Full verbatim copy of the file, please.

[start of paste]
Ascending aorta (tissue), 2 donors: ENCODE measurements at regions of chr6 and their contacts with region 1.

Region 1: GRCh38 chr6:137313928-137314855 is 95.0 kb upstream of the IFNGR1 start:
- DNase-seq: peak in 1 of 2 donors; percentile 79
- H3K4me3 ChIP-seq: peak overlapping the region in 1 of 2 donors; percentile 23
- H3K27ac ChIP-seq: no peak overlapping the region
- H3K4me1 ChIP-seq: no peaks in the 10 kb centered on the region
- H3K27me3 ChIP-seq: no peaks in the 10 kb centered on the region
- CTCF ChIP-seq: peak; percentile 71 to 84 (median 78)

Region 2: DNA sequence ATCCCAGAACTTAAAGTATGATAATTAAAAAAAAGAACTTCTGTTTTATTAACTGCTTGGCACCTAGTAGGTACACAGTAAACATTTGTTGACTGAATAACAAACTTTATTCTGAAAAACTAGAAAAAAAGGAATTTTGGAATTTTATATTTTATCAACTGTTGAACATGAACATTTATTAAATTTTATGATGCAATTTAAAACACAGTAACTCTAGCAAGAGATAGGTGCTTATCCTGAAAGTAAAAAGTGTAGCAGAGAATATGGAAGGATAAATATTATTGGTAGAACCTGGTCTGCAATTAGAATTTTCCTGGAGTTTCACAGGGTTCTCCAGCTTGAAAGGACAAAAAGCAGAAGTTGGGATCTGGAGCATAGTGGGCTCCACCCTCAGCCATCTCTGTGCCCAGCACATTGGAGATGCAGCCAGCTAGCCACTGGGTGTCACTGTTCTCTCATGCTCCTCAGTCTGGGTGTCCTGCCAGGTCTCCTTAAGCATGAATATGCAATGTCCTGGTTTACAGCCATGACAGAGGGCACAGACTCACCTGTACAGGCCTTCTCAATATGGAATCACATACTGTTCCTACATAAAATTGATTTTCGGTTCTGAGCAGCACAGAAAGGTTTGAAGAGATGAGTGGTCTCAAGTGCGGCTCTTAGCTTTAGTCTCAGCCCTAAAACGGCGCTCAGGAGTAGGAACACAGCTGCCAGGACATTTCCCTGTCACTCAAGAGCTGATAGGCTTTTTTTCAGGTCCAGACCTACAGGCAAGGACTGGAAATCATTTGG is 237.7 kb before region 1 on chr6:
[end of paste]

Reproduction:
Ascending aorta (tissue), 2 donors: ENCODE measurements at regions of chr6 and their contacts with region 1.

Region 1: GRCh38 chr6:137313928-137314855 is 95.0 kb upstream of the IFNGR1 start:
- DNase-seq: peak in 1 of 2 donors; percentile 79
- H3K4me3 ChIP-seq: peak overlapping the region in 1 of 2 donors; percentile 23
- H3K27ac ChIP-seq: no peak overlapping the region
- H3K4me1 ChIP-seq: no peaks in the 10 kb centered on the region
- H3K27me3 ChIP-seq: no peaks in the 10 kb centered on the region
- CTCF ChIP-seq: peak; percentile 71 to 84 (median 78)

Region 2: DNA sequence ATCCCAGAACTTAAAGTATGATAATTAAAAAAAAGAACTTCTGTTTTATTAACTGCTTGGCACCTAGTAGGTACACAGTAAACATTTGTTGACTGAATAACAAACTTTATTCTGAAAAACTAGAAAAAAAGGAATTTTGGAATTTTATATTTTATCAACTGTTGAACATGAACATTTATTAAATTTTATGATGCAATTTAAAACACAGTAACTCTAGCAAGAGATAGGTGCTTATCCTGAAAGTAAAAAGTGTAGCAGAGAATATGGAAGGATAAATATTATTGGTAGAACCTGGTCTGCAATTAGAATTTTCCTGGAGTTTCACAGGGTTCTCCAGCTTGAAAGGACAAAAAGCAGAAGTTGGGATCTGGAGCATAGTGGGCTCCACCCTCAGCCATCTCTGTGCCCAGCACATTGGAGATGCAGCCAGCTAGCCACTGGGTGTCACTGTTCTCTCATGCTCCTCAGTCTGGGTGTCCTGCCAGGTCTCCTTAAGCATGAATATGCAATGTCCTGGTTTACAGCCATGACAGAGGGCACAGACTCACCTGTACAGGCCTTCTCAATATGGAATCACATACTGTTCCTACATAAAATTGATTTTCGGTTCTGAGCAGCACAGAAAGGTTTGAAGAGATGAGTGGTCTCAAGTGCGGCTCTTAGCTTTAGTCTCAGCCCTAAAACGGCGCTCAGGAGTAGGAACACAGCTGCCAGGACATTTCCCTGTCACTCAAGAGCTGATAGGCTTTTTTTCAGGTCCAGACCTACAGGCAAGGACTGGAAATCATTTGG is 237.7 kb before region 1 on chr6: